# Flag (linear algebra)

In mathematics, particularly in linear algebra, a **flag** is an increasing sequence of subspaces of a finite-dimensional vector space *V*. Here "increasing" means each is a proper subspace of the next (see filtration):

If we write the dim *V*_{i} = *d*_{i} then we have

where *n* is the dimension of *V* (assumed to be finite-dimensional). Hence, we must have *k* ≤ *n*. A flag is called a **complete flag** if *d*_{i} = *i* for all *i*, otherwise it is called a **partial flag**.

A partial flag can be obtained from a complete flag by deleting some of the subspaces. Conversely, any partial flag can be completed (in many different ways) by inserting suitable subspaces.

The **signature** of the flag is the sequence (*d*_{1}, … *d*_{k}).

Under certain conditions the resulting sequence resembles a flag with a point connected to a line connected to a surface.

## Bases

An ordered basis for *V* is said to be adapted to a flag if the first *d*_{i} basis vectors form a basis for *V*_{i} for each 0 ≤ *i* ≤ *k*. Standard arguments from linear algebra can show that any flag has an adapted basis.

Any ordered basis gives rise to a complete flag by letting the *V*_{i} be the span of the first *i* basis vectors. For example, the **standard flag** in **R**^{n} is induced from the standard basis (*e*_{1}, ..., *e*_{n}) where *e*_{i} denotes the vector with a 1 in the *i*th slot and 0's elsewhere. Concretely, the standard flag is the subspaces:

An adapted basis is almost never unique (trivial counterexamples); see below.

A complete flag on an inner product space has an essentially unique orthonormal basis: it is unique up to multiplying each vector by a unit (scalar of unit length, like 1, -1, *i*). This is easiest to prove inductively, by noting that , which defines it uniquely up to unit.

More abstractly, it is unique up to an action of the maximal torus: the flag corresponds to the Borel group, and the inner product corresponds to the maximal compact subgroup.[1]

## Stabilizer

The stabilizer subgroup of the standard flag is the group of invertible upper triangular matrices.

More generally, the stabilizer of a flag (the linear operators on *V* such that for all *i*) is, in matrix terms, the algebra of block upper triangular matrices (with respect to an adapted basis), where the block sizes . The stabilizer subgroup of a complete flag is the set of invertible upper triangular matrices with respect to any basis adapted to the flag. The subgroup of lower triangular matrices with respect to such a basis depends on that basis, and can therefore *not* be characterized in terms of the flag only.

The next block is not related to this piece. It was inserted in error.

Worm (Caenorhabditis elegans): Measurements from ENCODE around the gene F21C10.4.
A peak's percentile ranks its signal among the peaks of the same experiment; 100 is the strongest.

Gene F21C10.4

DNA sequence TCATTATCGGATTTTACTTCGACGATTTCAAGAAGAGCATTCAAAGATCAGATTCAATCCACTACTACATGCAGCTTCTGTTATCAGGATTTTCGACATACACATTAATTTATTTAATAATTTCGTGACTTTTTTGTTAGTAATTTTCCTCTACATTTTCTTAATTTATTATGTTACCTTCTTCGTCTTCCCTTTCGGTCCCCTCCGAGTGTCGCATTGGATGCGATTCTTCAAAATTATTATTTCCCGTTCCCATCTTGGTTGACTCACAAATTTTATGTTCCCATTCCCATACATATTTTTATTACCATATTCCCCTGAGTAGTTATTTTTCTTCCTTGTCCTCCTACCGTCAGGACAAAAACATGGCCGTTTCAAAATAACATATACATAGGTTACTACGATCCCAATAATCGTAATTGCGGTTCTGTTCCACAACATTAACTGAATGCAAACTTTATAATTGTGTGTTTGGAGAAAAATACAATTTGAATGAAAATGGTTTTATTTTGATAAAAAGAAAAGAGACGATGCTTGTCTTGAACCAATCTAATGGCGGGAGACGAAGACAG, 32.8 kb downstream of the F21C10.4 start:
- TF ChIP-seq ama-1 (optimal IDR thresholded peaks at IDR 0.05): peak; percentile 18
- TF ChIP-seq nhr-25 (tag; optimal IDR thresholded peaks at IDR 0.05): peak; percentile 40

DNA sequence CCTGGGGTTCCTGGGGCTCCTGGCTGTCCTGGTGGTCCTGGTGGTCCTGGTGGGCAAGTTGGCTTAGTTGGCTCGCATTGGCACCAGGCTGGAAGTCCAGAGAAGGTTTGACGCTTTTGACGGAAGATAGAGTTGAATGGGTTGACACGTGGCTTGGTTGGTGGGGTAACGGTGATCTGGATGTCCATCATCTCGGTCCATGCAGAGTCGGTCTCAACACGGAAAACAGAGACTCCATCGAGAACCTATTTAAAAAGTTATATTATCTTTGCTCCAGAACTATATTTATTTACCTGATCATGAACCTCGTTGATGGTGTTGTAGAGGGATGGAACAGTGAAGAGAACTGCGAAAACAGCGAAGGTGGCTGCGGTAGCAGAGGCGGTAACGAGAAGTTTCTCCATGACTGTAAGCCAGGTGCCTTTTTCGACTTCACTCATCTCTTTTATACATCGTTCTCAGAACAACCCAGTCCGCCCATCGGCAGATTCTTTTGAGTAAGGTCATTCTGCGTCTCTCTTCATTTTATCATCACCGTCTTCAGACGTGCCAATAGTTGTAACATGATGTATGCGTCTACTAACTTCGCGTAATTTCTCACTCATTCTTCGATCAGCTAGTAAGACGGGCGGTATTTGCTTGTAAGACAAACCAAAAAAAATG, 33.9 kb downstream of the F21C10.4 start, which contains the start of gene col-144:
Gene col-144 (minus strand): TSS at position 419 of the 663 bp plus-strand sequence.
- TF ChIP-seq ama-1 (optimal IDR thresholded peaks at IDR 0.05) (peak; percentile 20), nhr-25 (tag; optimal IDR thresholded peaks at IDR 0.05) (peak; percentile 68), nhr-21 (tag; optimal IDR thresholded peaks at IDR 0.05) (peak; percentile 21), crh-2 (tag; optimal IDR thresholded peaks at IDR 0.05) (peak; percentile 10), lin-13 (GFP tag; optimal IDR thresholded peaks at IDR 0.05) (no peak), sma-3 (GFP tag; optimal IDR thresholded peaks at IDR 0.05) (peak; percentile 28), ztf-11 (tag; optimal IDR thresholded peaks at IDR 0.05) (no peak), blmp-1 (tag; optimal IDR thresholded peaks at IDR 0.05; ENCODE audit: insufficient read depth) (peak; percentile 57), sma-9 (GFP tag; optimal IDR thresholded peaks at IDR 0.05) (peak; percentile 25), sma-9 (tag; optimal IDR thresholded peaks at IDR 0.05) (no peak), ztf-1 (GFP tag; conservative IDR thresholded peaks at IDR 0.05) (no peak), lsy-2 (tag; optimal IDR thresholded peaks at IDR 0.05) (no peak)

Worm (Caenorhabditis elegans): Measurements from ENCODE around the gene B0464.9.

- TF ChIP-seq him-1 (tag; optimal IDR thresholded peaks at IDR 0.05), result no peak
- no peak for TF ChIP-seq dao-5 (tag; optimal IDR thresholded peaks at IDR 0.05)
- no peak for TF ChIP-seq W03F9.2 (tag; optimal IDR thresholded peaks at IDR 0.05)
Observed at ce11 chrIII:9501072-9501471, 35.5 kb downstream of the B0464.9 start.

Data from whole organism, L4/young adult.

The stabilizer subgroup of any complete flag is a Borel subgroup (of the general linear group), and the stabilizer of any partial flags is a parabolic subgroup.

The stabilizer subgroup of a flag acts simply transitively on adapted bases for the flag, and thus these are not unique unless the stabilizer is trivial. That is a very exceptional circumstance: it happens only for a vector space of dimension 0, or for a vector space over of dimension 1 (precisely the cases where only one basis exists, independently of any flag).

## Subspace nest

In an infinite-dimensional space *V*, as used in functional analysis, the flag idea generalises to a **subspace nest**, namely a collection of subspaces of *V* that is a total order for inclusion and which further is closed under arbitrary intersections and closed linear spans. See nest algebra.

## Set-theoretic analogs

From the point of view of the field with one element, a set can be seen as a vector space over the field with one element: this formalizes various analogies between Coxeter groups and algebraic groups.

Under this correspondence, an ordering on a set corresponds to a maximal flag: an ordering is equivalent to a maximal filtration of a set. For instance, the filtration (flag) corresponds to the ordering .

## References

- Harris, Joe (1991).
*Representation Theory: A First Course*, p. 95. Springer. ISBN 0387974954.

- Shafarevich, I. R.; A. O. Remizov (2012).
*Linear Algebra and Geometry*. Springer. ISBN 978-3-642-30993-9.